In a time when so many of us focus our attentions on the various forms of digital media, reading our news online, watching the latest sporting events through Internet streams and discussing them using social networks, it’s vital that we don’t forget where we’ve come from. The print media started it all with journalists sourcing and producing the news for us to read in our newspapers on a daily basis.
Many currently believe that the print media is dying, that people will continue to get their news through digital platforms such as newspaper websites or apps for smartphones and tablet computers where we can subscribe to daily or weekly publications as opposed to the paper-based versions. However, there are plenty who still believe that the print media is going strong and will continue to do so, even if many are downsizing their staff and moving from daily to weekly publications.
Nobody could have seen how the print media industry would develop from when Johannes Gutenberg built his first printing press way back on 1450. Since then we’ve moved on from the huge machine capable of transferring images from a metal plate to paper using the pressure of the machine and ink, to giant printers capable of churning out hundreds, even thousands of publications each day using nano ink so sharp that the content seems to jump off the page at you.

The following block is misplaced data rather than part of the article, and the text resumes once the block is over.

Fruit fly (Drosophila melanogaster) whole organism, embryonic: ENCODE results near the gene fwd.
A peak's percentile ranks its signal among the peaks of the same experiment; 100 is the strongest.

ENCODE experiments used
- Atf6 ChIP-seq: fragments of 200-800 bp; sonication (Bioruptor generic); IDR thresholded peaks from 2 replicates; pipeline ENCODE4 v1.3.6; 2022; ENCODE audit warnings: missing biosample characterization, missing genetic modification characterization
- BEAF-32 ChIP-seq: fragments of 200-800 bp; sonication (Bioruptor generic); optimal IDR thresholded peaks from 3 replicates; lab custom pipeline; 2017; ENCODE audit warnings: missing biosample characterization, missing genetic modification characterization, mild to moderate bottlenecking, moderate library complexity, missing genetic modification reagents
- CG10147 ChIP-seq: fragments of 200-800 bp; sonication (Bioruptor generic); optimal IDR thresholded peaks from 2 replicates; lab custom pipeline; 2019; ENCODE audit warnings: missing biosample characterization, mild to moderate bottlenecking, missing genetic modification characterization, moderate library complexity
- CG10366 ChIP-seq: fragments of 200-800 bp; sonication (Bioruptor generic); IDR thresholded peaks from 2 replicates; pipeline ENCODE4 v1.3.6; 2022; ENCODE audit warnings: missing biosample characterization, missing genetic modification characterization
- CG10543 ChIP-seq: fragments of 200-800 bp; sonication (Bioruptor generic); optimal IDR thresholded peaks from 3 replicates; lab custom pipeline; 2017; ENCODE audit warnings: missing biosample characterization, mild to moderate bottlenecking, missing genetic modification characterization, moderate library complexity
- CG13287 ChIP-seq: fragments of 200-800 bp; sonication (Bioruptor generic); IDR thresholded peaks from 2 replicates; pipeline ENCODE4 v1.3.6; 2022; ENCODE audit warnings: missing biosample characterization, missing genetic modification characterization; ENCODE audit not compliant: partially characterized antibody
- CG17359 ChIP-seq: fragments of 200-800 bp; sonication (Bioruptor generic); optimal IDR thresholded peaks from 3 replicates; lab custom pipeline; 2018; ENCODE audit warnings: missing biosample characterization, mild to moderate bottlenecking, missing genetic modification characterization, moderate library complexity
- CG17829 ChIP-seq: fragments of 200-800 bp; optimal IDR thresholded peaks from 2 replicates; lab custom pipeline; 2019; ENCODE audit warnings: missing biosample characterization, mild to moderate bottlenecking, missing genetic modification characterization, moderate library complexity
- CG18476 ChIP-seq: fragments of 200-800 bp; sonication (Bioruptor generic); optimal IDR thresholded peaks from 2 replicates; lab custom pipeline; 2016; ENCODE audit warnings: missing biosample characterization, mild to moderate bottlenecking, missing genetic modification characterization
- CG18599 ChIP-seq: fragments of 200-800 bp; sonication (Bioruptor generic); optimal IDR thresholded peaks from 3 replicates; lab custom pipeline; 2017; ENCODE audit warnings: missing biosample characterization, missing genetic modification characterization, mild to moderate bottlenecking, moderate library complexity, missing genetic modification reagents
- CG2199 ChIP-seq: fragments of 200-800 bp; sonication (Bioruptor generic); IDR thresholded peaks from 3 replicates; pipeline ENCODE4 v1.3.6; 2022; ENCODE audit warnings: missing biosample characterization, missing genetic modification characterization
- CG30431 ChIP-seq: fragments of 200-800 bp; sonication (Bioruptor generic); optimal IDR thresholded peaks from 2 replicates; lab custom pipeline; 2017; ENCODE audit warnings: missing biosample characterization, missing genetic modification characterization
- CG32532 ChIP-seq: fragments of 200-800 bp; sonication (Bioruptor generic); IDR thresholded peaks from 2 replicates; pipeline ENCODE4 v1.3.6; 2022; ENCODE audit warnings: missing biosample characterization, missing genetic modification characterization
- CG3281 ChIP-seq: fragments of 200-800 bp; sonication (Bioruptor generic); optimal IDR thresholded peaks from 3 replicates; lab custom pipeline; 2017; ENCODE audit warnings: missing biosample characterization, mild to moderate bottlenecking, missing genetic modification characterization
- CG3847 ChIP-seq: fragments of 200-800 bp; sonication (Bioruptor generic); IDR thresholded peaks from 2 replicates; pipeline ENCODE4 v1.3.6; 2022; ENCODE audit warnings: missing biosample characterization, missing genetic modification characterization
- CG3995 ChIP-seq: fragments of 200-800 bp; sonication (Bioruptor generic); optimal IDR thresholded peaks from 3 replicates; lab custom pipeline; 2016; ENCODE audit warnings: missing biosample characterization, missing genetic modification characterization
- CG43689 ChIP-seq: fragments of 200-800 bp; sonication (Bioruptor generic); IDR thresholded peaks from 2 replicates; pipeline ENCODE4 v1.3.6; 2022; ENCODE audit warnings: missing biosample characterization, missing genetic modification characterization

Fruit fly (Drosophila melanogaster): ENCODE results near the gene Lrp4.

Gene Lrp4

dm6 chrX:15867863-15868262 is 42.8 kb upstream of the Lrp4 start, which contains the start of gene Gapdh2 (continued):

Up until the pesky Internet (where you’re reading this article of course) got involved in the mid 1990s, the press had enjoyed a sustained period of success with publications flourishing and new papers and magazines appearing on the shelves of newsagents on an almost weekly basis. The Daily Register – or The Times as we know it today – was first published in the UK on 1st January 1785 and was renamed three years later and still lives on strongly today in both print and digital formats.
The radio and television news weren’t seen as real competition with both providing only brief coverage of major events that papers could cover in much greater depth. People would wake up each morning and find their daily paper (or papers), waiting in their postbox or making the short walk to the local shop to get the day’s news to read over breakfast before heading off to work.
Today, we have what is known as the ‘new media’ whereby people are utilizing the various digital platforms to help them to obtain and share the news. By using the Internet and their own personal web pages, people can discuss the latest events on their own blogs, share their opinions using social networks and record it using static or moving images – sharing the live images of what they capture with the world.